Little boys need to wrestle and play rough and tumble games with their dads. It teaches them so many important lessons like: how to control their body and its strength, how to get creative and solve problems for themselves (such as how to get out of dad’s bear hug) as well as helping with spatial awareness and physical development.
What often happens is that these games eventually get out of hand. Steve Biddulph writes:
Inevitably, a child wrestling on the carpet will hurt an adult by being too boisterous. If this happens, the father stops the action and says clearly to the boy, ‘You’re too precious and I’m too precious to be hurt. Will you be careful while you are fighting not to hit or hurt?‘
When dads stop the game to say this, they’re also teaching their sons a number of lessons: when to stop things getting out of hand, how to control their energy and their anger, and the importance of not hurting others.
This alongside the other benefits of rough and tumble play, shows that it’s not just play at all.
Staying in touch with their soft side
As well as showing boys how to control their bodies and their strength, fathers play an important role in helping their sons manage their emotions.
Steve Biddulph believes one of the most important things fathers can teach their sons is to ‘honour their tender feelings’. By this he means that dads should teach boys that they have big feelings and that they should be allowed to feel them. If they can be comfortable with their feelings, if they are able to talk about them and are guided to find ways to deal with them, then they will grow up to be better men.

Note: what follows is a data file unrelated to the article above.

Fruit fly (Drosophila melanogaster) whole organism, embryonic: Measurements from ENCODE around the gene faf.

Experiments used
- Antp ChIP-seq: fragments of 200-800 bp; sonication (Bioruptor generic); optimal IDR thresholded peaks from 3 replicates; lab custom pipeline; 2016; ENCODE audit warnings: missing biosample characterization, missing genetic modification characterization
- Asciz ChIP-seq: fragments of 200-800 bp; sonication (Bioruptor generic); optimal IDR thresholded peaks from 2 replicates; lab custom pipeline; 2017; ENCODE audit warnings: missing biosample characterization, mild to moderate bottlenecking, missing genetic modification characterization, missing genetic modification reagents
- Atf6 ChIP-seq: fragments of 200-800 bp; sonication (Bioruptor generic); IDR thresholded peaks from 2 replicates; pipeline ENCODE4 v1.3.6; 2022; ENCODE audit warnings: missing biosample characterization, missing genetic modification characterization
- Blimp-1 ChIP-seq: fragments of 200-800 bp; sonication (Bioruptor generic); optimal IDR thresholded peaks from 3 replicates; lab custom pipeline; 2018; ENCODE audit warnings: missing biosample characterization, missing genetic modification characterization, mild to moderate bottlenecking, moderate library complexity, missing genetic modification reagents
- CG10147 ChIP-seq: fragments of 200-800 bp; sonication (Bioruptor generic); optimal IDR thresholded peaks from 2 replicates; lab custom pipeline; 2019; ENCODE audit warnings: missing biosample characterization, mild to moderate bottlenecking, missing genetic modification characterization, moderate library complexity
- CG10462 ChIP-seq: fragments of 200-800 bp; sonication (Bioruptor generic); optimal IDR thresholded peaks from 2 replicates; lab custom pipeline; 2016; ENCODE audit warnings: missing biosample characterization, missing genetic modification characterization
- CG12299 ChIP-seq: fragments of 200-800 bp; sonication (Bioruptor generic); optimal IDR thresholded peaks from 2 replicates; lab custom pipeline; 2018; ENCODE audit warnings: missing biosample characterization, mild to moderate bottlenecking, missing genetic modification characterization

Yet again, one of the best ways dads can do this is to lead by example, not being afraid to show their own feelings. Biddulph says that dads can show their boys how have an open heart:
Affectionate dads who hug and cuddle, show their own feelings easily and can say “I’m sad” or “I was scared” raise mentally healthy boys.
Teaching boys to respect women
Another key way that fathers influence their sons, is by showing them how to respect women.
Throughout childhood boys look to their fathers to show them how to talk to and treat women. And the best thing dads can do is to lead by example. Steve Biddulph states that it’s vitally important for dads to support their wives when they discipline their children. Presenting as a team shows a child that his father respects their mother. He says:
Most boys end up larger or stronger than girls, and eventually, larger than their partner. So it’s absolutely vital that we teach them to never hit or hurt, or even disrespect or be rude to girls or women, starting with their mum or their sisters. Dads and mums together have to reinforce this message, sitting down with them and being clear what a good man is like, and that they expect this and will never go along with anything different.
What about single mothers?
One third of British mums are raising their sons alone and might feel dismayed on reading about the important role a father plays in their son’s upbringing. Steve Biddulph has a message for single mothers that they can absolutely bring up their sons just as successfully, but that they should find a good male role model to play a part in their child’s life. This can be a grandfather, an uncle or a family friend. What matters most is that boys have role models to show them ‘what a good man looks like’.
The good news is that today’s dads are more involved than ever before. As our article here shows, dads are stepping up and spending three times more time with their children than previous generations. And it is changing the way children see the world and see themselves. For the better.
Take a look at our article Involved dads blaze the trail: stepping up more than ever before.
- “Raising gorgeous boys to become good men”, A one-day conference by Maggie Dent
- “Importance & Benefits of Rough & Tumble Play”, Study.com
- “Raising Boys”, Steve Biddulph